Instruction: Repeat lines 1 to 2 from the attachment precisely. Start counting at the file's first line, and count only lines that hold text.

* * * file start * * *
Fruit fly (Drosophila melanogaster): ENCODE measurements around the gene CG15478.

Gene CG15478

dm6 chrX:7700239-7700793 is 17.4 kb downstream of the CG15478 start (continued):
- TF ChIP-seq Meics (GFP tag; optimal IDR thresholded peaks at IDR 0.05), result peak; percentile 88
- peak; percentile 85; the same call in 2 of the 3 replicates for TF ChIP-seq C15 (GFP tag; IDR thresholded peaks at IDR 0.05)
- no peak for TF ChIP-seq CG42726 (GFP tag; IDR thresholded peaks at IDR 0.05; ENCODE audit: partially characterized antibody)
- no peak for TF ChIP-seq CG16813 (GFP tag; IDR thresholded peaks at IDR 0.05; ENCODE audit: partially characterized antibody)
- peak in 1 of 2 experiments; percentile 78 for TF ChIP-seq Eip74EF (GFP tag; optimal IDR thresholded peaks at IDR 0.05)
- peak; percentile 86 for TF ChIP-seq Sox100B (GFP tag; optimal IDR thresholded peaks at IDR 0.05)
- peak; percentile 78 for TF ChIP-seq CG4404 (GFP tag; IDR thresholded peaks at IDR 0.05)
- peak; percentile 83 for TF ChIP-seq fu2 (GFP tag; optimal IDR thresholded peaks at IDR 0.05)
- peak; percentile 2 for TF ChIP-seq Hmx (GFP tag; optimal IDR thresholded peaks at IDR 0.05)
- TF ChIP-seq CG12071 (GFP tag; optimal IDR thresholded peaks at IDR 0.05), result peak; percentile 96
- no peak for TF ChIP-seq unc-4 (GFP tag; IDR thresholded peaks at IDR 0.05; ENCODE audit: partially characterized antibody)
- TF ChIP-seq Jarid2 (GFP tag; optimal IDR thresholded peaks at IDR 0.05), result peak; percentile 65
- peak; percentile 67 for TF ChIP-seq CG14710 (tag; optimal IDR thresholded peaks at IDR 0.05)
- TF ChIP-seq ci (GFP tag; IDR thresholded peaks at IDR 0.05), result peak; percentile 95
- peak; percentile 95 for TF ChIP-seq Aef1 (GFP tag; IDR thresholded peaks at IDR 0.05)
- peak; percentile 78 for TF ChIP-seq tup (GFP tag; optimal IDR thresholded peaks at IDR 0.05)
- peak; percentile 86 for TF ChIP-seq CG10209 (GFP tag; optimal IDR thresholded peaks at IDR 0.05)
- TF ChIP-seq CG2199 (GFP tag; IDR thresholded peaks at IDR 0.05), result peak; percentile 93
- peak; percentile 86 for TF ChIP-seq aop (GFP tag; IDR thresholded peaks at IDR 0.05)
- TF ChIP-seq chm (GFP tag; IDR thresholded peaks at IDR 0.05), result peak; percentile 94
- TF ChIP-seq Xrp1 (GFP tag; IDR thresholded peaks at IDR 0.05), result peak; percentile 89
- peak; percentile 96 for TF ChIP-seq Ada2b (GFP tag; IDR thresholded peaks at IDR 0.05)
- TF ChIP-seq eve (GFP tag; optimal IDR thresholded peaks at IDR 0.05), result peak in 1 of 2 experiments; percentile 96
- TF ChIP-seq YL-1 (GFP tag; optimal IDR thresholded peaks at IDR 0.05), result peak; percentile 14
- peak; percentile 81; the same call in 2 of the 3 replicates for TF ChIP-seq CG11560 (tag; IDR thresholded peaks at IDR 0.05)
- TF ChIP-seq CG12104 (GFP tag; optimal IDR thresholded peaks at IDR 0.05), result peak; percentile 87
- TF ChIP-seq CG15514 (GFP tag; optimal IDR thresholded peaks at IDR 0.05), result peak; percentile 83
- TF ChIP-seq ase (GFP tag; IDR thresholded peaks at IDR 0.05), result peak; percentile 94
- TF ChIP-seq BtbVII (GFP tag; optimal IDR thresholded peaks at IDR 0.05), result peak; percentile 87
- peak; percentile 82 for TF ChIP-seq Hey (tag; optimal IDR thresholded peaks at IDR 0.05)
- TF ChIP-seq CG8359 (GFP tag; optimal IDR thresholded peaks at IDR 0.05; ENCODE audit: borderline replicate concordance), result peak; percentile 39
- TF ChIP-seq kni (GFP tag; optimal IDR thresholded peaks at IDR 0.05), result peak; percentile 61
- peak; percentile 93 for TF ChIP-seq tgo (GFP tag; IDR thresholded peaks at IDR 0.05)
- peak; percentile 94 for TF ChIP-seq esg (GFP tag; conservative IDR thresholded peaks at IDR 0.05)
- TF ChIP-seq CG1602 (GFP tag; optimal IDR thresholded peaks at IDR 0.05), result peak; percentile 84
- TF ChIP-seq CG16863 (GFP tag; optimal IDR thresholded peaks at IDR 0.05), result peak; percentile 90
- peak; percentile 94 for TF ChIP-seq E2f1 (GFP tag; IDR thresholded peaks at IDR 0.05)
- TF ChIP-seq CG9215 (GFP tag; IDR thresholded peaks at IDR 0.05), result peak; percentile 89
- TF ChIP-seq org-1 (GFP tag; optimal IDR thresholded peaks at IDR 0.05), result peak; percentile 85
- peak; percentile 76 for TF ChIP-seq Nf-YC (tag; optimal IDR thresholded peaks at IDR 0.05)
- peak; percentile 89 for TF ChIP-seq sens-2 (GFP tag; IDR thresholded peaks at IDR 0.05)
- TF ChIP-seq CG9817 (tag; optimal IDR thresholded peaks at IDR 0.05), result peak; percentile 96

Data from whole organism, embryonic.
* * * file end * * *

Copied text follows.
Fruit fly (Drosophila melanogaster): ENCODE measurements around the gene CG15478.

Gene CG15478